Mongol Rally Advice: A Complete Guide To Preparing For The Rally

Ed note: Look out for Caitlyn’s team at 1.14 of the video, chasing the ambulance!

Much of the Mongol Rally’s appeal can be attributed to the brash and chaotic nature of this adventure, the idea of getting lost in a country that most of your friends couldn’t place on a map. Despite the laid back and disorganized design of the rally, modern day bureaucracy necessitates a certain level of forethought and preparation before heading off.

Lonely Car Driving The Mongol Rally

A lonely car...

The Mongol Rally Route:

One of the best things about the rally is that there is no set route. You can cater your route to suit your interests/budget/time constraints. I did lots of needless research on our various destinations but the rally isn’t ideal for sightseeing. I can guarantee that when you’re driving through a tight mountain pass in first gear with a trail of 20+ angry Romanian drivers, your thoughts are only on reaching UB and not on the wonderful historical landmarks you’re missing on the way.

Our team, Party of Five, did the ‘half-half’ route. Half Southern route as we drove down through Romania, Bulgaria and Turkey and half Northern route as we took the ferry to Russia and finished our journey through Kazakhstan. Lacking any team member with any form of mechanical knowledge and our low budget were our reasons for not fully committing to the Southern route (through the ‘-stans’). However we didn’t want to just drive straight across Europe and this route meant we could party with all the Southern route hipsters along the Black Sea coast before getting split up in Turkey.

*See the last paragraph for more information on the Turkey to Russia ferry crossing.

Visas For The Mongol Rally:

Thankfully The Adventurists (check out their website, as it’s the official site for the Mongol Rally) have come up with a lovely system called the Visa Machine to deal with all the pesky problems associated with embassies and border crossings. It is possible to organize your visas yourself but judging from the experiences of others, I would recommend the visa machine.

This way, instead of actually having to prove you have booked and paid for accommodation in Russia, you can just google a hotel and scribble their details down on the form (well, it worked for us).

It is better to set your entry dates a few days earlier than you plan on arriving. Luckily for our team, we set our dates about a week earlier than expected. Without checking our visas, we boarded a ferry to Russia the day before our earliest entry date…thankfully it was an overnight ferry and we made it into Russia after only waiting 8 hours at the border! In saying that, plan logically and don’t set your dates too early. My sister had to apply for a new Mongolian visa after hers expired too early, due to our cautious entry date.

More Specific Visa Information:

Unless you are travelling a Southern or extremely Northern route, you are likely to need a double entry visa to Russia thanks to the roughly 200km stretch of land separating Kazakhstan and Mongolia.

The Georgia/Russia border is officially closed, though we did meet a team who made it through with a bit of luck and a large administrative error. I wouldn’t risk it unless you have the money, time and patience for when it all goes wrong.

Ambulance Mirror - The Mongol Rally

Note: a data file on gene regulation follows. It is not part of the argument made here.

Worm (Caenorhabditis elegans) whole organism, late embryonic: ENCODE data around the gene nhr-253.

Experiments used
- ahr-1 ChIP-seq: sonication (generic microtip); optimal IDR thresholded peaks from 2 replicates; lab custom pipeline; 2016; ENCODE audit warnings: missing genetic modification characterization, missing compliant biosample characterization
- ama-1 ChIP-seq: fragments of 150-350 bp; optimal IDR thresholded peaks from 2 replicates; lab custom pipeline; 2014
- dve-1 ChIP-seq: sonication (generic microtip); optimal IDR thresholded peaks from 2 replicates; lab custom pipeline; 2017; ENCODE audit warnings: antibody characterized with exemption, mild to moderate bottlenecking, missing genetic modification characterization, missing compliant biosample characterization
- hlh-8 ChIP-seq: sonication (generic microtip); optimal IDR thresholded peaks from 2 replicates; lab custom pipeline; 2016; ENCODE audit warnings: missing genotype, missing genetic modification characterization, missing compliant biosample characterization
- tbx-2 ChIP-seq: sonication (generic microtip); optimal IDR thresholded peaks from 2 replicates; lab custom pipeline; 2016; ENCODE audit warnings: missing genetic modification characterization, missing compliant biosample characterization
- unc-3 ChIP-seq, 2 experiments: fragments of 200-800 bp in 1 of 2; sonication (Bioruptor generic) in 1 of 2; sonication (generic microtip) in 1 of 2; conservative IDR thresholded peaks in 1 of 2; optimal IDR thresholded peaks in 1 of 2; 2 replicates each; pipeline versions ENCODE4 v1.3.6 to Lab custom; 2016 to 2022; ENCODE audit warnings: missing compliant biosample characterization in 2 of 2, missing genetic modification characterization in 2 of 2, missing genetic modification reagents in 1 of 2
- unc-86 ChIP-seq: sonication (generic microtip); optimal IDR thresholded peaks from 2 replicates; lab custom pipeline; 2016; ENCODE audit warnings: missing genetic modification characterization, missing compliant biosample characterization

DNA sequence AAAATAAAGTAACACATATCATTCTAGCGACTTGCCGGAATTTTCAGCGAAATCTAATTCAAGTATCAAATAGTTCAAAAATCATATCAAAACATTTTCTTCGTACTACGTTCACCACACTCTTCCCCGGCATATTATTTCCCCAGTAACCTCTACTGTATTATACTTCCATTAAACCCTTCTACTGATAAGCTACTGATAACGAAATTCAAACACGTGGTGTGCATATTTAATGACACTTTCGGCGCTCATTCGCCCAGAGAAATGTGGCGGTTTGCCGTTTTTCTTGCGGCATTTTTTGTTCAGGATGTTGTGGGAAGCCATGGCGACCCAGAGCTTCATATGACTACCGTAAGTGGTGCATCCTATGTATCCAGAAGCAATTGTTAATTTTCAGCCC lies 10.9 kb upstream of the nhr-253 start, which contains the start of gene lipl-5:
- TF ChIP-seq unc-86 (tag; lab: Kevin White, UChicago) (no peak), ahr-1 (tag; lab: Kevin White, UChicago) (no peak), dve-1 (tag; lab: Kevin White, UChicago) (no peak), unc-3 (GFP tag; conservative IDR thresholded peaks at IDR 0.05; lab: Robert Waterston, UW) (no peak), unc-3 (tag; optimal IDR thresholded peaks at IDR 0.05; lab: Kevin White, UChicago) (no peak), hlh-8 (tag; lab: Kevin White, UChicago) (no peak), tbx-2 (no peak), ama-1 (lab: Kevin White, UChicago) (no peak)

The open road from the ambulance mirror.

Mongol Rally Charity:

Taking part in the Mongol Rally requires a minimum donation of £1000, of which at least half goes to the Rally’s official charity (see the Adventurists official website). Fundraising for such a noble cause is easy and people are always interested to hear about such a crazy trip. Getting some media coverage in your local paper shouldn’t be a problem and raffles, barbecues and car boot sales are some pretty easy ways to raise money. We even ‘charged’ our friends to come to our going away party and made about AUD$300. Don’t forget to set up an online donation account such as and spam everyone in your inbox, it is easier than chasing people for cash!

Mongol Rally Sponsorship:

Taking part in the rally is quite expensive! Your biggest costs are likely to be:

  • Airfares (we had to fly from Oz to the start line, but even flying from Ulaanbaatar to Europe will cost you at least $600, try
  • Purchasing a granny mobile (according to the Adventurists’ restrictions)
  • Fixing up your crappy car (e.g.: sump guard to minimize the damage caused by those pesky Mongolian roads. Don’t worry if you don’t know what a sump guard is, neither did I before we left.)
  • On the road repairs to your vehicle (we met a team that had paid £700 for a new gear box, before even getting to Hungary!)
  • Petrol, cheap cheap cheap in Kazakhstan but you can expect to pay up to two euros a litre in Turkey! Check out to help you budget!

Once your donation money has started rolling in, you can try saving your team some expenses through sponsorship. Make sure you draw a clear distinction between money raised for charity (donated directly) and sponsorship money to cover the general expenses of the rally. I think it is a bit cheeky asking people to fund your globetrotting adventures (food, flights etc.), since the car is being donated to charity…

Sell yourself! Use your contacts and approach local businesses asking for help. Our sponsorship Guru Grace created a set of ‘packages’ to offer companies. A donation of £100 would get your sticker placed in a prominent position on our ambulance and a mention on our website. Larger donations gained better rewards such as a dedicated page on our site and a photo album with our ambulance (and their logo) in a range of foreign and exotic looking destinations!

Through Grace’s epic networking we managed to get our ambulance paid for in full by local businesses. We also raised enough money to pay for petrol to the Czech Republic (3 days!) Another idea is to offer a specific amount or gift to be donated. One company paid for our team’s ferry ride from England to France. Others donated food supplies and repair equipment, every bit helps. Sponsorship is worth your time but make sure you get started early – this can’t be left to the last minute!

Ambulance in The Mongol Rally

Pulling the Sponsored Ambulance...

Booking Flights: